For the reasons discussed above, the Court parts company with Judge Stevens and finds that taking the costs of providing Chapter 1 services to parochial school children through the use of mobile vans "off the top" is fully constitutional.

 E.

 In their complaint, plaintiffs allege that the by-pass provision, the equal expenditure provision, and the requirement that the LEA and the private school officials consult each other in implementing any Chapter 1 program combine to give the religious officials an impermissible "veto" over implementation of the program. Plaintiffs further allege that the religious officials used this "veto" power to gain the type of program they desired. Defendants counter that while the by-pass provision and the consultation requirement do give the religious school officials a say in implementing the Chapter 1 program, the provisions in no way give the religious school officials any power to veto the program.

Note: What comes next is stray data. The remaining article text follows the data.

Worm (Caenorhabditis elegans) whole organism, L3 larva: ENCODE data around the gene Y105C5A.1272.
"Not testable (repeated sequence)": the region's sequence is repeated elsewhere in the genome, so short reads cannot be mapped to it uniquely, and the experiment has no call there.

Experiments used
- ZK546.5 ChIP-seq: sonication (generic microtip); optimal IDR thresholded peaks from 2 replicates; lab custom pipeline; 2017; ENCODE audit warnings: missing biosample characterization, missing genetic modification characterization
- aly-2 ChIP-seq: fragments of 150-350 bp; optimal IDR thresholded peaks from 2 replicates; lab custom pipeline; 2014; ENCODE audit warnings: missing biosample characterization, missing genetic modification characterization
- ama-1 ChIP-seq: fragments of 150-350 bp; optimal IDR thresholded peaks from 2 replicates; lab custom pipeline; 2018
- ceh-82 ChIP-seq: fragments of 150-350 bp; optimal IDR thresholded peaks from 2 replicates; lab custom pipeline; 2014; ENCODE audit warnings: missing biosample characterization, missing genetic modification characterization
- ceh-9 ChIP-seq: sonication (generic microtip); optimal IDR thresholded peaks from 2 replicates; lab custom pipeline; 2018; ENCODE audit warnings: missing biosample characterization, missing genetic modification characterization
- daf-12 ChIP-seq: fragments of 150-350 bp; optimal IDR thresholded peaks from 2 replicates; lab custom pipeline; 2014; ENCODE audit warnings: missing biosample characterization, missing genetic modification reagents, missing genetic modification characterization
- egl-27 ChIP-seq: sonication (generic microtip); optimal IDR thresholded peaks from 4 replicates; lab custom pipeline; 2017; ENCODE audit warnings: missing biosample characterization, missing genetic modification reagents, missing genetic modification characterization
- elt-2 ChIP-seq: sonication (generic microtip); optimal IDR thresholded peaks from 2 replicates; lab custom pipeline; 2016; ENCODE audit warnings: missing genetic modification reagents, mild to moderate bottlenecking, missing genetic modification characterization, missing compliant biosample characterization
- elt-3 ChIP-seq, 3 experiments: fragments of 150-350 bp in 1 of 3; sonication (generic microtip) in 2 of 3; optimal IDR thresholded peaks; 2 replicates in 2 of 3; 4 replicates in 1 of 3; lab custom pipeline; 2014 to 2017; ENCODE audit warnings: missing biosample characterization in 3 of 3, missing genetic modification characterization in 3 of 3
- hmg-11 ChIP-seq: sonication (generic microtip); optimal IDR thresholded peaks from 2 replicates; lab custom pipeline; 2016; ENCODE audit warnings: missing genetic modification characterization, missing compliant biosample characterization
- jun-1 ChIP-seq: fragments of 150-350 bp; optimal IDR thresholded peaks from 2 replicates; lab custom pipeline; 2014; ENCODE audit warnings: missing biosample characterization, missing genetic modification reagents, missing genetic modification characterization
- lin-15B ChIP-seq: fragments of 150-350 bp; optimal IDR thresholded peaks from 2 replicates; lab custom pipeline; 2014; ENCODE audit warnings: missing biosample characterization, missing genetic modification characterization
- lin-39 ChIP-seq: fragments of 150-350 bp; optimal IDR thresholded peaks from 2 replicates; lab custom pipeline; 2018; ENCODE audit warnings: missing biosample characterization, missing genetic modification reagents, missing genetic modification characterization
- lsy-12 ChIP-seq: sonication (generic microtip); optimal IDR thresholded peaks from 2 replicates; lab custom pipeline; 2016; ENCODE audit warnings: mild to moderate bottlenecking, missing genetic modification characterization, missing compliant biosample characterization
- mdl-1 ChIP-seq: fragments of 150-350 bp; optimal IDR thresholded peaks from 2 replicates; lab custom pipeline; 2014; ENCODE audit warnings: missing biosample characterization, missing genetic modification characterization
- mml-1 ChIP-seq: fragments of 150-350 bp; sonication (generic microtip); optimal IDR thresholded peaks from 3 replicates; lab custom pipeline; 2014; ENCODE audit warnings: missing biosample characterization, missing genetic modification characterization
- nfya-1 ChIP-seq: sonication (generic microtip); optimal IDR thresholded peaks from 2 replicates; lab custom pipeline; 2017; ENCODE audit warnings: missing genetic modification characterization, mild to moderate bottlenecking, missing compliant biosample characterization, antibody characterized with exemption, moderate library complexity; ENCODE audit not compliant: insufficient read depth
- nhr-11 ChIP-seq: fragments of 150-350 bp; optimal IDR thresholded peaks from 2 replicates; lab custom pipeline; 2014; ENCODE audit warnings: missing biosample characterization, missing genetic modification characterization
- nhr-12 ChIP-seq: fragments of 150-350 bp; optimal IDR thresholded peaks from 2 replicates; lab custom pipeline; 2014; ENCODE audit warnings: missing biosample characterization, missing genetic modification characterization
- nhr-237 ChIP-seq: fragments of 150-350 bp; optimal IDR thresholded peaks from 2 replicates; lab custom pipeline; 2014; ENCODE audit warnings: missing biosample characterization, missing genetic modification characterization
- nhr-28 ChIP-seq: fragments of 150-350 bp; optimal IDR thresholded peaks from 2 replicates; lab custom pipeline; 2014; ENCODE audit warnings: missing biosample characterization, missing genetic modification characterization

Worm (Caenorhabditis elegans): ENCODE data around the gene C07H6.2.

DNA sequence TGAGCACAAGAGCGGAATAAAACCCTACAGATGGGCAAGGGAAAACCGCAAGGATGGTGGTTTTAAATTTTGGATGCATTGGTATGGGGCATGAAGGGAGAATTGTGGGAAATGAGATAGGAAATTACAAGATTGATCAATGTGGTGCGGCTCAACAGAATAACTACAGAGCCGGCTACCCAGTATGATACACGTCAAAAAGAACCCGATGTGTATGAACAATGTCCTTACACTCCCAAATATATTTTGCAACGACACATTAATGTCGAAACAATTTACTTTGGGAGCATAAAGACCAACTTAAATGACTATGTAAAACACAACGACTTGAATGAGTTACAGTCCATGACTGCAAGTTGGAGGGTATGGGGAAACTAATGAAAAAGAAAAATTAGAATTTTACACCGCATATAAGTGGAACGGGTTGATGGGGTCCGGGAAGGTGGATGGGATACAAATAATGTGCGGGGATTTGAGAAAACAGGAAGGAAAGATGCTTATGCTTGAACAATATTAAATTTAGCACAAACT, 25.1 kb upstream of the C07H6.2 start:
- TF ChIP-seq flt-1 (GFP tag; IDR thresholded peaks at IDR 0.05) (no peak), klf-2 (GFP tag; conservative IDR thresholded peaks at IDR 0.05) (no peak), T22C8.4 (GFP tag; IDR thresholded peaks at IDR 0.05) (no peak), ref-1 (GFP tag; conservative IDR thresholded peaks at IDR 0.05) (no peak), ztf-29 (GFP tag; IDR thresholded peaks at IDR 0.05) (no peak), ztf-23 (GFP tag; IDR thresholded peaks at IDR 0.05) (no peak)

Plaintiffs' contention was expressly rejected in Wheeler, where the Court noted that:

 

The Act places ultimate responsibility and control with the public agency, and the overall program is not to be defeated simply because the private school refuses to participate unless the aid is offered in the particular form it requests. The private school may refuse to participate if the local program does not meet with its approval. But the result of this would then be that the private school's eligible children, the direct and intended beneficiaries of the Act, would lose. The Act, however, does not give the private school a veto power over the program selected by the local agency.